This is useful when trying to achieve the inch gap at the bottom of the jar.

Dip the string in for just a few minutes, before removing it from the jar and placing it on the wax paper. You now have to wait until the string has dried out completely and this could take some time. Once the string is completely dry, you then need to dip it into the mixture again.

A Bit Of The Science Explained – Why Dip The String?

Crystals will not be able to form on a string that has just been dipped into water and left. The reason for this is to give the chance for small crystal seeds to grow. Once the string is completely dry the small crystal seeds will provide a platform for larger crystals to grow.

Once completely dry put the string back into the solution, this is when new crystals will start to grow. As you put the string back inside the jar with the solution, you need to be very careful not to break any of the small crystals.

Watching The Crystals Develop With Kids

It is important that you do not disturb the string when you place it back inside the solution in the jar. Any movement could prevent the crystals from forming and cause them to break off. The best thing to do to avoid this happening is to put the jar somewhere neither you nor your children will be tempted to touch it.

Crystals can take anything from 7 to 10 days to develop, so think about the location carefully and urge your children to be patient.

Understanding The Why Behind The Experiment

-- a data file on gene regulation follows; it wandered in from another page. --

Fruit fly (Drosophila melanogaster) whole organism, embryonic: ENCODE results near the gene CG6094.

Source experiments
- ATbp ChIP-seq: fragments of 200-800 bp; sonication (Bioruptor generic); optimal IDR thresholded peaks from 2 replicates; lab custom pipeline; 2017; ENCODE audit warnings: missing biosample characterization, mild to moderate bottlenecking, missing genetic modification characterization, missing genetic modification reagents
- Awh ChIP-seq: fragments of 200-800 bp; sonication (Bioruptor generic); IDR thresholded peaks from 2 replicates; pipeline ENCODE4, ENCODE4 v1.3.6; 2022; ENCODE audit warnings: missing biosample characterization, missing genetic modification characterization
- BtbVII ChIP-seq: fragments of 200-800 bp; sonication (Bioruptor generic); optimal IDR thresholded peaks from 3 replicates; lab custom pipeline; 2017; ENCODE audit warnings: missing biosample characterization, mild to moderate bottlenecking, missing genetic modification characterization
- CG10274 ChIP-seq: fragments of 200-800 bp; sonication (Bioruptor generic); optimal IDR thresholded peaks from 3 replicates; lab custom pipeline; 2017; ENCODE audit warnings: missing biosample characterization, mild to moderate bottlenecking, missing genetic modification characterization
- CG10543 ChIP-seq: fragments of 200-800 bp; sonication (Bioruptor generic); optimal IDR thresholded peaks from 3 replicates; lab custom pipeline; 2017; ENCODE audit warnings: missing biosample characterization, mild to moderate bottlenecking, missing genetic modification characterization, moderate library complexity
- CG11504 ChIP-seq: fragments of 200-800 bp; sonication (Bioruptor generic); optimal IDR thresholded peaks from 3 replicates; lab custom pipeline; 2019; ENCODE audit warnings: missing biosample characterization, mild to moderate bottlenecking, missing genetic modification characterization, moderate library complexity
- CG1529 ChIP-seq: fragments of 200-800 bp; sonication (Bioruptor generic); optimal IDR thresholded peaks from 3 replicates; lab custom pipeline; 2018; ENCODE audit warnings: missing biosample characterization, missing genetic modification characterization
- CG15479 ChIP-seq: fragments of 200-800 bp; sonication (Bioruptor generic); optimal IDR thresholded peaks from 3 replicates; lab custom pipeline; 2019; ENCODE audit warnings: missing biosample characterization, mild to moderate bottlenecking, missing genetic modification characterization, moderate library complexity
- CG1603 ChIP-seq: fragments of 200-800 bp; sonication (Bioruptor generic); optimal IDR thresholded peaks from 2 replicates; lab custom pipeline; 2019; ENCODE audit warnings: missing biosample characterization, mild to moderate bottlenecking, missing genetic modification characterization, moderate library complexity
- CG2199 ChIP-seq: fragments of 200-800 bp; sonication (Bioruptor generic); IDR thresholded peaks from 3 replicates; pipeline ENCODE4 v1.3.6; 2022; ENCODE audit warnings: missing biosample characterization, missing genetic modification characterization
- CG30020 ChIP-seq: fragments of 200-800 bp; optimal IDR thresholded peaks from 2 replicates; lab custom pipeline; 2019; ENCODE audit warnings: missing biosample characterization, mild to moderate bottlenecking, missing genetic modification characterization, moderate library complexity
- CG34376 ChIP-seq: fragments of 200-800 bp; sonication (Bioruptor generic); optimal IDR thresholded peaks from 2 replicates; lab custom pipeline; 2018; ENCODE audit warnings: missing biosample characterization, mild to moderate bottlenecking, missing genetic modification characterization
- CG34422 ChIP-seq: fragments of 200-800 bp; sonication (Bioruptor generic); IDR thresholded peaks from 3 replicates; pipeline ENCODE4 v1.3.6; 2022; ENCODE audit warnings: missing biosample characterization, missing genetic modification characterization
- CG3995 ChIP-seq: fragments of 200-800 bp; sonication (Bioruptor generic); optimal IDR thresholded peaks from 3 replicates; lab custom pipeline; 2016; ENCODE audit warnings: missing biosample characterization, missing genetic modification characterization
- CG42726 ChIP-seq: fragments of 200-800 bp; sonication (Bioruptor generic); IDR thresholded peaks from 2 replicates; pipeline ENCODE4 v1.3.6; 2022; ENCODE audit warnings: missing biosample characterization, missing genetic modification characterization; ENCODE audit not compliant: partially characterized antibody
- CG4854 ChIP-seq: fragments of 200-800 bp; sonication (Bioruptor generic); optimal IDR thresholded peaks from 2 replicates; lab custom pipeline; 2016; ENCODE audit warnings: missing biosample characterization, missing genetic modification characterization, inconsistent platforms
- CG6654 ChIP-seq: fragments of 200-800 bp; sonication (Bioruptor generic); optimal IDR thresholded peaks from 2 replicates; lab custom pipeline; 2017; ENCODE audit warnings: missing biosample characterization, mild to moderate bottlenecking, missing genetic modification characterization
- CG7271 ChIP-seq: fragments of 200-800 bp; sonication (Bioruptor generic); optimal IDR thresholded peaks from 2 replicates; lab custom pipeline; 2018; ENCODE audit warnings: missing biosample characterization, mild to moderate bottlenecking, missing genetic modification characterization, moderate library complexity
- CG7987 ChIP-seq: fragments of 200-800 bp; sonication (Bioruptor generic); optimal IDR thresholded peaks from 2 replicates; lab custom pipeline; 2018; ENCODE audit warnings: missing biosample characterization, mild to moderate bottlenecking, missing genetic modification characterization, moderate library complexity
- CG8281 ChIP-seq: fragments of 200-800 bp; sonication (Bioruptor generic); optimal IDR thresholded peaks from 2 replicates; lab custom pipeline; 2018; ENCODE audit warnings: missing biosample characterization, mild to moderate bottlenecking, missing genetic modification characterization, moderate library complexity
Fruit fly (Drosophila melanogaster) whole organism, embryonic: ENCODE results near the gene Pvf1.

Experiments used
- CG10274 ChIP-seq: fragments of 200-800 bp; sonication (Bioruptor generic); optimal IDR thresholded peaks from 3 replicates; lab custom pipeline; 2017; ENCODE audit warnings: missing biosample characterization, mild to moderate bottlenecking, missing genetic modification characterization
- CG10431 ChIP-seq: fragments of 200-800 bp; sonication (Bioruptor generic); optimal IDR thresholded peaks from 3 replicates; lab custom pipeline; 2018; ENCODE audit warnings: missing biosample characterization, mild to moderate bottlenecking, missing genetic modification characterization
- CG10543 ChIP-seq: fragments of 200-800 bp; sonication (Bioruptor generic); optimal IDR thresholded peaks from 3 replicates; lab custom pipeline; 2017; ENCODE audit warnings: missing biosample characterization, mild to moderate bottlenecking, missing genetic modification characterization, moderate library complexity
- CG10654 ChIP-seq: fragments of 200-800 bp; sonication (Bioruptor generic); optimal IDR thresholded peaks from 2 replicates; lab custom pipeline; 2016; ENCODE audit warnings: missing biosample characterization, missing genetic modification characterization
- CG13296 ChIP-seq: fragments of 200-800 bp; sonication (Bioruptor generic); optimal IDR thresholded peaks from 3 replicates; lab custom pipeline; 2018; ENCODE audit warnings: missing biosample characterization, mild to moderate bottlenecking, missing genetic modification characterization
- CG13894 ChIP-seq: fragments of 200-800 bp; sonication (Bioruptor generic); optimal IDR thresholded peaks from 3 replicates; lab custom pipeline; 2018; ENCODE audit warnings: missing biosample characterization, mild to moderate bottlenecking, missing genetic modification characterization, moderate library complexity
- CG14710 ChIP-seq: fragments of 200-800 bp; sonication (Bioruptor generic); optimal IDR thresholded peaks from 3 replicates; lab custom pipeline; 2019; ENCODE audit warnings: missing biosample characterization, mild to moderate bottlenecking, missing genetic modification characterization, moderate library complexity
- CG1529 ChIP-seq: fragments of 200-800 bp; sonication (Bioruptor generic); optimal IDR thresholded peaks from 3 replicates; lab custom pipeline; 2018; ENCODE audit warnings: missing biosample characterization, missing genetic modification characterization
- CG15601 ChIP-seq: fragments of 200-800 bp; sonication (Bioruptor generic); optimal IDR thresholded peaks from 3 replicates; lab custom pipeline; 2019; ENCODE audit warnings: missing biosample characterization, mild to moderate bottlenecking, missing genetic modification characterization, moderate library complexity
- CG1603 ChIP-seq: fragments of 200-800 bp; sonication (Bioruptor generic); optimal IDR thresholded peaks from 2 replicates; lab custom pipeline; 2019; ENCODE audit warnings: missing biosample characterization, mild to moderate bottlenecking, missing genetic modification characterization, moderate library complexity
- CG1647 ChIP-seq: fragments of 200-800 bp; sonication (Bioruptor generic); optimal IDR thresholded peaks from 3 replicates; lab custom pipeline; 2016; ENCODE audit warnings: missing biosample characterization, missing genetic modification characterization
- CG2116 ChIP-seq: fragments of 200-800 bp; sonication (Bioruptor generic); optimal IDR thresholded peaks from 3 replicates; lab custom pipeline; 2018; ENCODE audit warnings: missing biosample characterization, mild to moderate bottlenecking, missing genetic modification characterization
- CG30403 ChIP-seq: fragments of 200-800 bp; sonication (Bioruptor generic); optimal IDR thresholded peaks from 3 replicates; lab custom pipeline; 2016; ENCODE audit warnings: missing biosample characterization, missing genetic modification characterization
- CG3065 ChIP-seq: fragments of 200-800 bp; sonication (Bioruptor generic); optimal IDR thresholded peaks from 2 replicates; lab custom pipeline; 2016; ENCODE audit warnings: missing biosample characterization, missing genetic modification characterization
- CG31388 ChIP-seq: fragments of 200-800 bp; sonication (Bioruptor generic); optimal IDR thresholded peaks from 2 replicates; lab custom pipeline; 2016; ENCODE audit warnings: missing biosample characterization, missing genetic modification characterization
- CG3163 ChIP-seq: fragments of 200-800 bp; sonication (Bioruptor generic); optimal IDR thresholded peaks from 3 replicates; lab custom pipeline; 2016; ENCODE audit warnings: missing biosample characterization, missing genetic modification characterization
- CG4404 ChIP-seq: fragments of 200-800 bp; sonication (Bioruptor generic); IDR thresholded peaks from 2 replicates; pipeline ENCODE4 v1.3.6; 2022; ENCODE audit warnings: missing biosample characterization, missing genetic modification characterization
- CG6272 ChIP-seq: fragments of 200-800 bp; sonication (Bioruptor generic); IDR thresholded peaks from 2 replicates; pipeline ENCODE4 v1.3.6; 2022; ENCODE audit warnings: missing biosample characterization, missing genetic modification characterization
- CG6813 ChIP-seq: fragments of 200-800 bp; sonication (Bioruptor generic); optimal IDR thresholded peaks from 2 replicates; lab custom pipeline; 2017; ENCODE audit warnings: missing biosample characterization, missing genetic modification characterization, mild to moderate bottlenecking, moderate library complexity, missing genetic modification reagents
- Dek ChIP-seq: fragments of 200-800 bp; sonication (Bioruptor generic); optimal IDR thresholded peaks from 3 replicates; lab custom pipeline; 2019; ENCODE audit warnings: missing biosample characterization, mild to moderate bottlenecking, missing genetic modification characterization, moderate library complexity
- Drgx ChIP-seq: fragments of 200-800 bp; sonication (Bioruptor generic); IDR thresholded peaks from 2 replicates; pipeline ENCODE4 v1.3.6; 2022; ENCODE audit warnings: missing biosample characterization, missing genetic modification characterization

When you heat sugar or salt in water until no more salt or sugar will dissolve, this is known as supersaturation. As a result, the water evaporates and crystals precipitate. This, in turn, causes the crystals to form on the seed crystals and the string.

Evaporation is, therefore, the catalyst, or process that causes the formation of crystals. As the water evaporates, crystals form, or as noted above, precipitate. The process continues until there is a balance between the water and sugar and salt from the original solution.

Try Different Versions Of This Experiment

As previously mentioned, with this grow crystals science project for kids, you can be a little versatile. Instead of sugar, for instance, you could use salt. Simply switch 2 cupfuls of sugar for 2 cupfuls of salt. You could also try adding a touch of flavor to the sugar crystals. Vanilla, strawberry lime and even orange essential oils all work well when added once the sugar has dissolved.

By adding flavor, you have not just helped to teach your children a valuable science lesson, but also created a tasty treat for them at the same time.

Safety Concerns